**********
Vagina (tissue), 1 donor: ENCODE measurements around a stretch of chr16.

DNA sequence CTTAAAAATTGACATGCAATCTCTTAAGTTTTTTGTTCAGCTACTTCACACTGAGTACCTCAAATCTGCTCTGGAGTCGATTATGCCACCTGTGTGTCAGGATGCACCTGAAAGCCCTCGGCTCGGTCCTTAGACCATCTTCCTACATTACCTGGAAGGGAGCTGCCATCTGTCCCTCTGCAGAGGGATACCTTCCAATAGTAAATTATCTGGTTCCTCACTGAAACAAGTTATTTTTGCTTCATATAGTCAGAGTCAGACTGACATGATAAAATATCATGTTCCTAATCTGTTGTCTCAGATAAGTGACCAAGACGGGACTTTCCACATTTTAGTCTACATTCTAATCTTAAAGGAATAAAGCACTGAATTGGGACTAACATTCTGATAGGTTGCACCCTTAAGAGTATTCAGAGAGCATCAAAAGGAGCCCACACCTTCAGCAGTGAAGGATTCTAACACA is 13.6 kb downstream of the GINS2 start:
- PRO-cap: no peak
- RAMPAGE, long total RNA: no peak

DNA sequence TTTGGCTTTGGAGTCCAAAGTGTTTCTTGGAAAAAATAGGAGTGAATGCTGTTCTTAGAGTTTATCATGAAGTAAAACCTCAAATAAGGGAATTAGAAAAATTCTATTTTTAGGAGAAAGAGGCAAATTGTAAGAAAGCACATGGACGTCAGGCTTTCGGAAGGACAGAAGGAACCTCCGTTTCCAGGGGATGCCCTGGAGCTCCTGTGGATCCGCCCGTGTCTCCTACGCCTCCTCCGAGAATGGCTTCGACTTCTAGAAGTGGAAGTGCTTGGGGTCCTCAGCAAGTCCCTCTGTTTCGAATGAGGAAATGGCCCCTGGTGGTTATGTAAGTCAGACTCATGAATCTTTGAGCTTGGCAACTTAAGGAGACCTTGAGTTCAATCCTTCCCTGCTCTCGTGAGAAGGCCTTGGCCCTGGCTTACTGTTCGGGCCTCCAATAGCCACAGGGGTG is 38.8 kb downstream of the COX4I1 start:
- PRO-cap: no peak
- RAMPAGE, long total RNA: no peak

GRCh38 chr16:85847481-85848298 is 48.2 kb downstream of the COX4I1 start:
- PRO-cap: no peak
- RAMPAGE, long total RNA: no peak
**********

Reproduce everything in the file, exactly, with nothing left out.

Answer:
Vagina (tissue), 1 donor: ENCODE measurements around a stretch of chr16.

DNA sequence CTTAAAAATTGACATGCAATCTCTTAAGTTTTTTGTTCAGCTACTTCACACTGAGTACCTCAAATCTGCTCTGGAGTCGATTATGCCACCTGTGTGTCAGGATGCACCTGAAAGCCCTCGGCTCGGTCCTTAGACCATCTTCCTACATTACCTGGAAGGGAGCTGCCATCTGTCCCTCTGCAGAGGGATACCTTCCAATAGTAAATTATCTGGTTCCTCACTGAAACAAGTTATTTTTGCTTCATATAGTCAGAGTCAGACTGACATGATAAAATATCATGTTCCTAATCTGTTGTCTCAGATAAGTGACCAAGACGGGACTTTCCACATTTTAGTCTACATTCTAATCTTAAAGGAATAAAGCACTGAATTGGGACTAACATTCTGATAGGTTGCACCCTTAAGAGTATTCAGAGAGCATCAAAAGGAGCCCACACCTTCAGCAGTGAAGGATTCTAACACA is 13.6 kb downstream of the GINS2 start:
- PRO-cap: no peak
- RAMPAGE, long total RNA: no peak

DNA sequence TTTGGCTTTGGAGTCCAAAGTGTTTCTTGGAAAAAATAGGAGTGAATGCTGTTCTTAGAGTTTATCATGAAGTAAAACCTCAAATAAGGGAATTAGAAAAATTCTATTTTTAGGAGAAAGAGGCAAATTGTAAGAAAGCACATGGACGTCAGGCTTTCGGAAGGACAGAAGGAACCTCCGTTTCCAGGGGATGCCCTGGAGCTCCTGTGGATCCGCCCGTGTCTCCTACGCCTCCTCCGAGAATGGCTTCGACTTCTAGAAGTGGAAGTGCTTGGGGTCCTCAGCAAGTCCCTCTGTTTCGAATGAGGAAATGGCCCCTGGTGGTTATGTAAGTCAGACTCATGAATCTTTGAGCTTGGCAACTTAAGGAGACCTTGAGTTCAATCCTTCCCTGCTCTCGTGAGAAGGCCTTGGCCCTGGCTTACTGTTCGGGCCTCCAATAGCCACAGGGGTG is 38.8 kb downstream of the COX4I1 start:
- PRO-cap: no peak
- RAMPAGE, long total RNA: no peak

GRCh38 chr16:85847481-85848298 is 48.2 kb downstream of the COX4I1 start:
- PRO-cap: no peak
- RAMPAGE, long total RNA: no peak